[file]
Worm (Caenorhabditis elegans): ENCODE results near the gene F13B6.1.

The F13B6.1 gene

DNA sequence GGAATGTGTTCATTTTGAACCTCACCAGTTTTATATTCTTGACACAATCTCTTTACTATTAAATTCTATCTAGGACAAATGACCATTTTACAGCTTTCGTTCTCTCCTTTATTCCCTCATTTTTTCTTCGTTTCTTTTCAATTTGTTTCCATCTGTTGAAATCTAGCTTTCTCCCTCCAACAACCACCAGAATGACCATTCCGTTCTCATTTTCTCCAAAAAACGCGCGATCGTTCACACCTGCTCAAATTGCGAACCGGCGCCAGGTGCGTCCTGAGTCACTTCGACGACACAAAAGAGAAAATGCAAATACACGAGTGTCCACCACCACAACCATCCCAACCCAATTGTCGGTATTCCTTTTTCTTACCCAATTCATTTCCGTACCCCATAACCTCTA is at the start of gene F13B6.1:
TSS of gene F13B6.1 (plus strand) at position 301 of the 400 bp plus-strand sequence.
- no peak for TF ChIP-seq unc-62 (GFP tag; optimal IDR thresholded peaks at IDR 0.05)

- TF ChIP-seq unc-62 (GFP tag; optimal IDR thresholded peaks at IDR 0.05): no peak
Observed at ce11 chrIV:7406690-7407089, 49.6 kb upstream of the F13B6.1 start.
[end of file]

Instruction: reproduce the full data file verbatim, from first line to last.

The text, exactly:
Worm (Caenorhabditis elegans): ENCODE results near the gene F13B6.1.

The F13B6.1 gene

DNA sequence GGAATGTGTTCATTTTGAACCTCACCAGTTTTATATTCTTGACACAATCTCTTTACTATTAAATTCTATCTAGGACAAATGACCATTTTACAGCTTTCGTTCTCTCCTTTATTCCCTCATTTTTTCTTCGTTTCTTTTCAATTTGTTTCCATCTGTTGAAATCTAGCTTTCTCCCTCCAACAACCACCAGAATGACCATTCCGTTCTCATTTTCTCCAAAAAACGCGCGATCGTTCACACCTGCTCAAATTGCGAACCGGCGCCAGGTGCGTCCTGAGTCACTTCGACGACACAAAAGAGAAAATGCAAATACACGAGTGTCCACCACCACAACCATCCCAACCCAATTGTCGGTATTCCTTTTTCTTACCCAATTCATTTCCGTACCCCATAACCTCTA is at the start of gene F13B6.1:
TSS of gene F13B6.1 (plus strand) at position 301 of the 400 bp plus-strand sequence.
- no peak for TF ChIP-seq unc-62 (GFP tag; optimal IDR thresholded peaks at IDR 0.05)

- TF ChIP-seq unc-62 (GFP tag; optimal IDR thresholded peaks at IDR 0.05): no peak
Observed at ce11 chrIV:7406690-7407089, 49.6 kb upstream of the F13B6.1 start.